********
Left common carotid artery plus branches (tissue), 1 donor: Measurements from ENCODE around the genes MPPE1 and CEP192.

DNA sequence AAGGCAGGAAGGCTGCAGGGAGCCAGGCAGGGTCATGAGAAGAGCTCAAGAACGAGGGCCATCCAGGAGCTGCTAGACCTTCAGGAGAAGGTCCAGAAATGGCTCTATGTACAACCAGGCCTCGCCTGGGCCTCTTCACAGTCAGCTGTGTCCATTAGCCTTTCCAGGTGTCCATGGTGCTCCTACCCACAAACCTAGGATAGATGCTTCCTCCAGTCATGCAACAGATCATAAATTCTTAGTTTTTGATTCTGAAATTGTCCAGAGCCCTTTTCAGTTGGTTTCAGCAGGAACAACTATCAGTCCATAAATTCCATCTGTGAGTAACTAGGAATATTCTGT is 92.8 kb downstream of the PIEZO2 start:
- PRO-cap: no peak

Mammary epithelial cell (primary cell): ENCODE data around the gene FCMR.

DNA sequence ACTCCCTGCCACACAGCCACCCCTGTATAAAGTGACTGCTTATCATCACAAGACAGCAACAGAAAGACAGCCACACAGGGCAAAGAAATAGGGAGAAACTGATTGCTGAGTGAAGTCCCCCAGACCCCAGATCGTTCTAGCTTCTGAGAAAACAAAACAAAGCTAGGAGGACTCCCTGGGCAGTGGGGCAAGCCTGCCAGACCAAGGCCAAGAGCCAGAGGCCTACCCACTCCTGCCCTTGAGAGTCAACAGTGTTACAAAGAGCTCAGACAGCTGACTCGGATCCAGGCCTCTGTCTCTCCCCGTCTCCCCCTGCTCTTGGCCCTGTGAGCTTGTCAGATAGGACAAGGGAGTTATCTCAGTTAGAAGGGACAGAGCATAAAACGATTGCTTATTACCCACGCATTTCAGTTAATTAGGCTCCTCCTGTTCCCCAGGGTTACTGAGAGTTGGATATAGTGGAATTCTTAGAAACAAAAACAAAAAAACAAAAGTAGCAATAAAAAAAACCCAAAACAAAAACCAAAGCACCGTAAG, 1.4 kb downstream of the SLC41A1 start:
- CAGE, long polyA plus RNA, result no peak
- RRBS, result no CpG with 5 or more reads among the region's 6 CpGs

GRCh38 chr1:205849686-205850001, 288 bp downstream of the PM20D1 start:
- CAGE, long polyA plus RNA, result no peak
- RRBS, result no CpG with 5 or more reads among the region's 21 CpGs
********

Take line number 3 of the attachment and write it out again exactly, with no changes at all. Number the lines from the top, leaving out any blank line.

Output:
- PRO-cap: no peak